WASHINGTON, August 9, 2017 - In what Rep. Paul Gosar, R-Ariz., calls a “win-win for all involved,” House bills H.R. 825 and 2371 passed the House Committee on Natural Resources by unanimous consent.

Gosar introduced both the Public Land Renewable Energy Development Act (PLREDA) and the Western Area Power Administration Transparency Act to simplify pathways for investment and provide more transparency.

The PLREDA distributes revenues among the states where development takes place and the counties of origin, provides permit processing efficiency, and establishes a fund for sportsmen and conservation purposes.

“The revenue sharing mechanism in this bill will help local governments deliver critical services on important projects such as road maintenance, public safety and law enforcement,” Gosar said.

PLREDA “offers an innovative approach to advance renewable development while supporting fish and wildlife conservation on our vital public lands,” said Steve Moyer, VP of Government Affairs for Trout Unlimited. “It creates a win-win scenario in which states and counties, American energy consumers, and the public lands, all benefit.”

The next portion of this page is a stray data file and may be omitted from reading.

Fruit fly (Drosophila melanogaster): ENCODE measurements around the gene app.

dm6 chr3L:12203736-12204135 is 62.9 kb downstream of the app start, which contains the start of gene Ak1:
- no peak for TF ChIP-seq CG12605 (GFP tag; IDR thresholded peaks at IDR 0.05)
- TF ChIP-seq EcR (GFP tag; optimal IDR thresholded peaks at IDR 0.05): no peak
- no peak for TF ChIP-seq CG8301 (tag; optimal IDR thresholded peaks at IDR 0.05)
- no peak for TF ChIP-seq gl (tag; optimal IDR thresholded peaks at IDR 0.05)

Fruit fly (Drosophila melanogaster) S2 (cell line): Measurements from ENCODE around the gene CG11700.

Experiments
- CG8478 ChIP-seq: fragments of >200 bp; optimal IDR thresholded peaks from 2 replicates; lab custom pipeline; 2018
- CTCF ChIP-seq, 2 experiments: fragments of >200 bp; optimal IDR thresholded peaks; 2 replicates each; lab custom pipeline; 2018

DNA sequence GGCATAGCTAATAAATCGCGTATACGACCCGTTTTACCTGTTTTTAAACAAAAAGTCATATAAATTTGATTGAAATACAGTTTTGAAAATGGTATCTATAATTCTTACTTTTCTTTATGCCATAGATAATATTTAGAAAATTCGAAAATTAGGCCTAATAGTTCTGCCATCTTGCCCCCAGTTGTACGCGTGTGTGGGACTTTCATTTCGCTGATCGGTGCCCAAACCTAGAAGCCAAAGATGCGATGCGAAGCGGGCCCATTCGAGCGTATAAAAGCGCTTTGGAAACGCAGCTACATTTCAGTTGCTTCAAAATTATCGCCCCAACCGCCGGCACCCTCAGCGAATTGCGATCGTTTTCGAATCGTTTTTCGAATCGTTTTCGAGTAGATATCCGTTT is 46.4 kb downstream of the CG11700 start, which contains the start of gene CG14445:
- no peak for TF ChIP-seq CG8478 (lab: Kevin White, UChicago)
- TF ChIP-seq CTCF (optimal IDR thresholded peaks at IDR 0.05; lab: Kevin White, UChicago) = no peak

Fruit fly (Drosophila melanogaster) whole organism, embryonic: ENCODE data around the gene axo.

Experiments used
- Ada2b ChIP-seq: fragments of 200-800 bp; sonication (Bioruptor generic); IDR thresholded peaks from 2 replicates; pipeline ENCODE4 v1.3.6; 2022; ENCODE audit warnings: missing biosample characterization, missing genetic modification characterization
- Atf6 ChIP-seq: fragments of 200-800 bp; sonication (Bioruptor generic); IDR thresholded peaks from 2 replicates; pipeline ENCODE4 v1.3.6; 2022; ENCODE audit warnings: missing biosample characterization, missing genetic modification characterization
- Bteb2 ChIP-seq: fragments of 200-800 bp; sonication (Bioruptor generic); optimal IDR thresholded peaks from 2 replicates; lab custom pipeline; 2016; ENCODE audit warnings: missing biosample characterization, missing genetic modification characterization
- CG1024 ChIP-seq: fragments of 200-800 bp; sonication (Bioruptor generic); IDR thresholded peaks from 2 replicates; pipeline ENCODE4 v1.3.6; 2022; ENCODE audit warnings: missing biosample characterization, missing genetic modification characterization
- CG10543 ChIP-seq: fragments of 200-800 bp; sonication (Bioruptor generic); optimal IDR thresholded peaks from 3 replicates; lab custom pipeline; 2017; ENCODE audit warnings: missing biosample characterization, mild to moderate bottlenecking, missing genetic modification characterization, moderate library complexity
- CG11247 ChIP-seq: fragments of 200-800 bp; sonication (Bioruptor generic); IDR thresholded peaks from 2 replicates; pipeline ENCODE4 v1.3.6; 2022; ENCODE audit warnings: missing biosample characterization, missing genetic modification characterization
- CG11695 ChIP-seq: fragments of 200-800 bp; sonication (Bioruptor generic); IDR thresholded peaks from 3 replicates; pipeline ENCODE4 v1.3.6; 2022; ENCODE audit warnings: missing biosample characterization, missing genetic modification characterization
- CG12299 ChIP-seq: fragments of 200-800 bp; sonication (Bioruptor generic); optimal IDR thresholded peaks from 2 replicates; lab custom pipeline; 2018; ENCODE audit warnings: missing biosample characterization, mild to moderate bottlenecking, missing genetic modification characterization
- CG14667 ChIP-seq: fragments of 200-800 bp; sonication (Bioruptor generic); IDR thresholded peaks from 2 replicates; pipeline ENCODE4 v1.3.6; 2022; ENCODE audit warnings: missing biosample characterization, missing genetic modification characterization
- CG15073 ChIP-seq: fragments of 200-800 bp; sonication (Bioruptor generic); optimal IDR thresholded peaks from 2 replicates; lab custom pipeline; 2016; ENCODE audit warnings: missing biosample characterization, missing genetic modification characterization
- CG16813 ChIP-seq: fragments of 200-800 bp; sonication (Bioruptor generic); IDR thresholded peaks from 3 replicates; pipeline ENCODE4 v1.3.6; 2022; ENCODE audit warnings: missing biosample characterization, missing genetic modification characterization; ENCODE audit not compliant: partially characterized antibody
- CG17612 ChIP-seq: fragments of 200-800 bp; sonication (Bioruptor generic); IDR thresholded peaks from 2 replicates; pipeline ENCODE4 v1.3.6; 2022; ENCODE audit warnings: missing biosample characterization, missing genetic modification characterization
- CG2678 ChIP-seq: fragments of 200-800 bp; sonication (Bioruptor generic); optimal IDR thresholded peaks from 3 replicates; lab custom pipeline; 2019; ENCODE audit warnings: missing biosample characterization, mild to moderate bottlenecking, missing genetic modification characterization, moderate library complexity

The Western Area Power Administration Transparency Act is intended to allow for transparency of costs and rates, requiring a pilot program under which WAPA will establish a public website revealing customer rates, amount of energy sold, budget details, and capital expenditures.

“These reforms are desperately needed as auditors discovered nearly 12,000 questionable purchases totaling nearly $7 million in a two-year period alone. One of the agency’s customers recently told me it’s like WAPA has a credit card without a limit and we can’t see the statement,” said Gosar.

“HR 2371 is the first step to help implement transparency and accountability at WAPA in a manner that will enable Arizona preference power customers to better comprehend WAPA budgeting practices and rate formulation,” said John Wallace, CEO of Grand Canyon State Electric Cooperative.

The Government Accountability Office (GAO) found questionable and potentially fraudulent spending by WAPA in a 2015 study. Gosar calls the pilot program the first step in resolving the issue.